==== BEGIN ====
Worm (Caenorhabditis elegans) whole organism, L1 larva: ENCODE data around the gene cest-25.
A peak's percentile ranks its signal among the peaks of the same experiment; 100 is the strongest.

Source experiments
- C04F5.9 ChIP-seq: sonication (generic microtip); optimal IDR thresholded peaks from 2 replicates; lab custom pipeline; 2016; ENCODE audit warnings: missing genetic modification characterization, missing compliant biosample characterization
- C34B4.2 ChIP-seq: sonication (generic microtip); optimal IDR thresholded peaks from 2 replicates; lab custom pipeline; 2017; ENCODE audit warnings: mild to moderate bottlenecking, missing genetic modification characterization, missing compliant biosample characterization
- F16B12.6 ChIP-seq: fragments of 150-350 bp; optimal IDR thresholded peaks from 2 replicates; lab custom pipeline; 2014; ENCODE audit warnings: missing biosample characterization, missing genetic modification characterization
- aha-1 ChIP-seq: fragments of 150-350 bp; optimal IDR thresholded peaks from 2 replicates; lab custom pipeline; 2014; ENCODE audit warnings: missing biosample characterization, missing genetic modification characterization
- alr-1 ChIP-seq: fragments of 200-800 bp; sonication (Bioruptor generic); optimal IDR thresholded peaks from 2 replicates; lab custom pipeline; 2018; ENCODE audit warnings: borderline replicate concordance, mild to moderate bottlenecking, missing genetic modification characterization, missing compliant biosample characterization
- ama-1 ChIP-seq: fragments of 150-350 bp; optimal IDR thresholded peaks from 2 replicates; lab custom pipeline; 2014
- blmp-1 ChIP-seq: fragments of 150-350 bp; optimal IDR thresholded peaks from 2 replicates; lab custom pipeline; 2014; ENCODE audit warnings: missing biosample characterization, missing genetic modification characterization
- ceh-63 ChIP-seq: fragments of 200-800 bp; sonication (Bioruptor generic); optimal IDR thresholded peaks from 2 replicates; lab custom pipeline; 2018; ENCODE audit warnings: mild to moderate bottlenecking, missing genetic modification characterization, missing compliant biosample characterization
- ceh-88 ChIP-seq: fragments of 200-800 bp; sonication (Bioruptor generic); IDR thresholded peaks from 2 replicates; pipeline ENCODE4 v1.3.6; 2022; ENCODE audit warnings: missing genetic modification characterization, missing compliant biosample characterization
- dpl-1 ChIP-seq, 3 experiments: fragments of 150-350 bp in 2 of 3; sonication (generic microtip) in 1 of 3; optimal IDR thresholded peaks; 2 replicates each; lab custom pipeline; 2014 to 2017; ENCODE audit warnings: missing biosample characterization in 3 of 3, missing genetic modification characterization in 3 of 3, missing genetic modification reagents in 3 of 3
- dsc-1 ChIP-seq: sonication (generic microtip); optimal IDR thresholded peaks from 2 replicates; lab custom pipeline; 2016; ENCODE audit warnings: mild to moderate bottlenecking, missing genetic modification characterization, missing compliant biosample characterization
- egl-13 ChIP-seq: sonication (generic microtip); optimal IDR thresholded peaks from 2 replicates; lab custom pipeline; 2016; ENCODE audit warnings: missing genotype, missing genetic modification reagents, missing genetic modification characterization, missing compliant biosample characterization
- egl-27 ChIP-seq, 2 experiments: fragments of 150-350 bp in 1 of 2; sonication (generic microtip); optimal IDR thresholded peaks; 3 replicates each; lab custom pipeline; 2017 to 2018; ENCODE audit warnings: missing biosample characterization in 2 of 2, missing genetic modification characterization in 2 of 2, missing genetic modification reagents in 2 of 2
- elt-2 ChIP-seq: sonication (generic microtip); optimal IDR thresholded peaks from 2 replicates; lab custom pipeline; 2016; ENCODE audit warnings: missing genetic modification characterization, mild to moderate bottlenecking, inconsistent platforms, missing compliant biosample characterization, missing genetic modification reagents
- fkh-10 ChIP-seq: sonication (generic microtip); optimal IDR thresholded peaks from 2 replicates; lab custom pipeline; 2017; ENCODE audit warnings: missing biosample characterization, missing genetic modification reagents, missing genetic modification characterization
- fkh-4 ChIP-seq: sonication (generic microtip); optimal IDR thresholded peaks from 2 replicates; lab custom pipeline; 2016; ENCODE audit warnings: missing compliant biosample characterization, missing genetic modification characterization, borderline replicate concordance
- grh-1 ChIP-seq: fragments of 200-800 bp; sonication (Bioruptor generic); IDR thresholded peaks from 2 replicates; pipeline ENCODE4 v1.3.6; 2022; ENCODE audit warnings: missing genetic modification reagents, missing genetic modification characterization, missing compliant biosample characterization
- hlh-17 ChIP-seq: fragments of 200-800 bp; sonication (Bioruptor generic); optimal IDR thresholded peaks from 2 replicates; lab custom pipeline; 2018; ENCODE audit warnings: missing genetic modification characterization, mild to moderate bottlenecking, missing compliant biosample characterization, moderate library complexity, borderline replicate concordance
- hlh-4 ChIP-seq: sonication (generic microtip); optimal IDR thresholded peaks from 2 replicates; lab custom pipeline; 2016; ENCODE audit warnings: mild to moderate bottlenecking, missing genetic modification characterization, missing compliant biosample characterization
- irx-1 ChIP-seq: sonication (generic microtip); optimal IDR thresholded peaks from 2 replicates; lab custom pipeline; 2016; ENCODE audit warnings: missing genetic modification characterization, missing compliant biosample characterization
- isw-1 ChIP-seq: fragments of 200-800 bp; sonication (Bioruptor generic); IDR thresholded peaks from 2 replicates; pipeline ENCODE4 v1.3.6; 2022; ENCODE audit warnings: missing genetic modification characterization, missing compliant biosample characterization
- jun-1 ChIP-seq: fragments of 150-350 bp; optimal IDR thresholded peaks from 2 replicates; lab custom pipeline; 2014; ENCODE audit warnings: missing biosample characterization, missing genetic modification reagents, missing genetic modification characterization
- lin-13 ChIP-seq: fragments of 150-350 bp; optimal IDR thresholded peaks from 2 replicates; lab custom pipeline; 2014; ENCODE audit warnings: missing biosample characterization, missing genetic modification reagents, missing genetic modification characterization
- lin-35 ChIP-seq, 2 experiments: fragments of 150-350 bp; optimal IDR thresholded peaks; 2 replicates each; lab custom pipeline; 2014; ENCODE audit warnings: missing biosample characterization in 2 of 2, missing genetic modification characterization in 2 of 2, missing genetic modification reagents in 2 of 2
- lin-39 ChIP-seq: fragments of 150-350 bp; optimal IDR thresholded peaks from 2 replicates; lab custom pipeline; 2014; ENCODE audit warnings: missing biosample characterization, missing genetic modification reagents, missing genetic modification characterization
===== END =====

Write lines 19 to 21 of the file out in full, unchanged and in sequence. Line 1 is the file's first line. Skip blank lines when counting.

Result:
- fkh-4 ChIP-seq: sonication (generic microtip); optimal IDR thresholded peaks from 2 replicates; lab custom pipeline; 2016; ENCODE audit warnings: missing compliant biosample characterization, missing genetic modification characterization, borderline replicate concordance
- grh-1 ChIP-seq: fragments of 200-800 bp; sonication (Bioruptor generic); IDR thresholded peaks from 2 replicates; pipeline ENCODE4 v1.3.6; 2022; ENCODE audit warnings: missing genetic modification reagents, missing genetic modification characterization, missing compliant biosample characterization
- hlh-17 ChIP-seq: fragments of 200-800 bp; sonication (Bioruptor generic); optimal IDR thresholded peaks from 2 replicates; lab custom pipeline; 2018; ENCODE audit warnings: missing genetic modification characterization, mild to moderate bottlenecking, missing compliant biosample characterization, moderate library complexity, borderline replicate concordance